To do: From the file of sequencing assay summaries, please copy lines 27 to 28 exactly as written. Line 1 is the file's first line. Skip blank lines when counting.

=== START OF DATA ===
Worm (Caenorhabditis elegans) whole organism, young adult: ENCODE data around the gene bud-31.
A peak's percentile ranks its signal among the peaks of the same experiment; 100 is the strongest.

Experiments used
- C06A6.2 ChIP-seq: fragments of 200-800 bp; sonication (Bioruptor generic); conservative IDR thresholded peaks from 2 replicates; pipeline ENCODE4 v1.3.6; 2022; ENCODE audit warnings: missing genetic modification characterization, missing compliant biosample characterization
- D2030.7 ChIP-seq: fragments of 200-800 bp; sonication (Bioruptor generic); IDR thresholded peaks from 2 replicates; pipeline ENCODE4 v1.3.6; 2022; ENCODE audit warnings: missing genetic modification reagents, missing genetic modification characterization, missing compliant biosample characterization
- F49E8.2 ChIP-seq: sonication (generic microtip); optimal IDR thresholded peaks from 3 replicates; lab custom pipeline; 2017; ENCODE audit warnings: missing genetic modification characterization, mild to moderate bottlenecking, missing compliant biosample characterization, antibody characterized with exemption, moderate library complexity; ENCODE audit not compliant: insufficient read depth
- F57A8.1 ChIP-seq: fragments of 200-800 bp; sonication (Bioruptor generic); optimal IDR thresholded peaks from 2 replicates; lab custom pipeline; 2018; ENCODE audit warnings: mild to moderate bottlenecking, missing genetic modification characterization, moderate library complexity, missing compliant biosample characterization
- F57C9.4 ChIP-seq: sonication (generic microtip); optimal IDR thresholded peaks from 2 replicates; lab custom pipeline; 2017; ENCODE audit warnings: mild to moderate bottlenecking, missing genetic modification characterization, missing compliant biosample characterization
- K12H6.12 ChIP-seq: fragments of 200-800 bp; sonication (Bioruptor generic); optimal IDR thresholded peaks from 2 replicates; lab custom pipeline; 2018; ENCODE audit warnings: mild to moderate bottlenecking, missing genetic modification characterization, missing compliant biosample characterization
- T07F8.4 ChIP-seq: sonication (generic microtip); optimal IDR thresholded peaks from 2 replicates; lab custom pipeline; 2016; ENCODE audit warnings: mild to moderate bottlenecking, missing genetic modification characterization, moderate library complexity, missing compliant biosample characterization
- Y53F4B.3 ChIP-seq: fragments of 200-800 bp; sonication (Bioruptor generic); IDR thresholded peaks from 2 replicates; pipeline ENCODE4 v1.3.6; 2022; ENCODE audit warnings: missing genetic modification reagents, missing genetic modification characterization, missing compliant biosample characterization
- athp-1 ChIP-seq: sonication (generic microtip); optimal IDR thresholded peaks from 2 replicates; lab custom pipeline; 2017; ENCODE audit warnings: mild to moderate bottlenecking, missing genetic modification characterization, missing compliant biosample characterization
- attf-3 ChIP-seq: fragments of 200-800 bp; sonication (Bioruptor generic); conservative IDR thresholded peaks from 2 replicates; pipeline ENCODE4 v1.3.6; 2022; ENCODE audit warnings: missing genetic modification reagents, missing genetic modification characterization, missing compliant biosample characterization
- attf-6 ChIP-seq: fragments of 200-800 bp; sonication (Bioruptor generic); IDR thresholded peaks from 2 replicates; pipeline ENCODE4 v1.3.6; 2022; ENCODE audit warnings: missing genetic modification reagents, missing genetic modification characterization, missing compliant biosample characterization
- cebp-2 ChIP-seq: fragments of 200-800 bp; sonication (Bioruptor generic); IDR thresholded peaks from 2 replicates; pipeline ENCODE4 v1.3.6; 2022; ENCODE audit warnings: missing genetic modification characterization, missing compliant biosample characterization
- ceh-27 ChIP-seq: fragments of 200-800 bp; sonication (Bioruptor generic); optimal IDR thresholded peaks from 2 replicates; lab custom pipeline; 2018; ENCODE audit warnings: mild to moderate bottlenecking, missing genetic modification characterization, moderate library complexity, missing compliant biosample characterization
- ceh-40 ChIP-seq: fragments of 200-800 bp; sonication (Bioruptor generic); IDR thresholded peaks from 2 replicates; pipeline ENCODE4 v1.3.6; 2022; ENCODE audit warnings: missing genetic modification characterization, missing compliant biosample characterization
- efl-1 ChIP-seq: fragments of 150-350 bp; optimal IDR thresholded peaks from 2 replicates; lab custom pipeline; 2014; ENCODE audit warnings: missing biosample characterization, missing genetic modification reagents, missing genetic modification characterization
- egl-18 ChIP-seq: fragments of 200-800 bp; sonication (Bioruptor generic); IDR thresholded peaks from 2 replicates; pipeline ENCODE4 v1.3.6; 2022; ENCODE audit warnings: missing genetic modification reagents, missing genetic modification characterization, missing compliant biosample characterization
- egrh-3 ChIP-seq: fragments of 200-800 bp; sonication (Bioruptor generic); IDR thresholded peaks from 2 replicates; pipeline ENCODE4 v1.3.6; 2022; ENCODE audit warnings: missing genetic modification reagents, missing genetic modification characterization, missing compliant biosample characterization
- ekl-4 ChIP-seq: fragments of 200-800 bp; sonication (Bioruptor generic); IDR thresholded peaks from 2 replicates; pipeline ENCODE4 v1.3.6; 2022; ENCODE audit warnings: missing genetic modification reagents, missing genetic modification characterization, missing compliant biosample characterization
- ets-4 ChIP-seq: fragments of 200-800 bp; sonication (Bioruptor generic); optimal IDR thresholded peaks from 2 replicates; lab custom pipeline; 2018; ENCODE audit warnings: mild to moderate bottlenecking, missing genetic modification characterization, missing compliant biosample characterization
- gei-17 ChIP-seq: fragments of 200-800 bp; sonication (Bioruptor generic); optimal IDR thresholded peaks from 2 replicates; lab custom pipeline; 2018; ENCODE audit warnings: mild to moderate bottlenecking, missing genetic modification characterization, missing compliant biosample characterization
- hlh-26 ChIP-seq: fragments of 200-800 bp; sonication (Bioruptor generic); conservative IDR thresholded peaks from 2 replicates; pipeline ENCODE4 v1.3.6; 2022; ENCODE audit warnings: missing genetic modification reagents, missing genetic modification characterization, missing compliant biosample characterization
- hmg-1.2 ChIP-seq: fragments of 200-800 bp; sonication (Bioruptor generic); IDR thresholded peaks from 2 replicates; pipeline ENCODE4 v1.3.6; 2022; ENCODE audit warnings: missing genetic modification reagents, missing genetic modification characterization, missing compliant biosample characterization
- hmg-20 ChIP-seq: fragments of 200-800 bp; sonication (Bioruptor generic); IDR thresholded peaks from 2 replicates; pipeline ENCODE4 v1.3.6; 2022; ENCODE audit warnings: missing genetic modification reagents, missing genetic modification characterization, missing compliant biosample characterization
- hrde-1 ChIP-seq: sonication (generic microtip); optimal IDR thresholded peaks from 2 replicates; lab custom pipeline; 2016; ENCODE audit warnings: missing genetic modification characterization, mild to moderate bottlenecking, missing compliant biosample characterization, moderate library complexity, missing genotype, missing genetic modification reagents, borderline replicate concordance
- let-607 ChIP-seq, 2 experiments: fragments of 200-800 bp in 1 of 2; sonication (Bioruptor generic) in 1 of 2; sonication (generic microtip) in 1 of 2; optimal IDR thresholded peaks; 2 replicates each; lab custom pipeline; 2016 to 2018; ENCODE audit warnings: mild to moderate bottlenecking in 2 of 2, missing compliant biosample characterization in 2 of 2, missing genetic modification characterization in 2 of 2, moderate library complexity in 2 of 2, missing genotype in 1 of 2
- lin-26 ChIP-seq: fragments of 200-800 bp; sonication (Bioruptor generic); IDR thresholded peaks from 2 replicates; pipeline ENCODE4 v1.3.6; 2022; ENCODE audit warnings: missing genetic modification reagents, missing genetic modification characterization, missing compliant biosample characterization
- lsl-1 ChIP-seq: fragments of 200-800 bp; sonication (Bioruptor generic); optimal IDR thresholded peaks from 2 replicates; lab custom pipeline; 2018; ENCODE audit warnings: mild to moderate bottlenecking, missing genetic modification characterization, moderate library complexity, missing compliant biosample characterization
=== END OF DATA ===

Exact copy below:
- hrde-1 ChIP-seq: sonication (generic microtip); optimal IDR thresholded peaks from 2 replicates; lab custom pipeline; 2016; ENCODE audit warnings: missing genetic modification characterization, mild to moderate bottlenecking, missing compliant biosample characterization, moderate library complexity, missing genotype, missing genetic modification reagents, borderline replicate concordance
- let-607 ChIP-seq, 2 experiments: fragments of 200-800 bp in 1 of 2; sonication (Bioruptor generic) in 1 of 2; sonication (generic microtip) in 1 of 2; optimal IDR thresholded peaks; 2 replicates each; lab custom pipeline; 2016 to 2018; ENCODE audit warnings: mild to moderate bottlenecking in 2 of 2, missing compliant biosample characterization in 2 of 2, missing genetic modification characterization in 2 of 2, moderate library complexity in 2 of 2, missing genotype in 1 of 2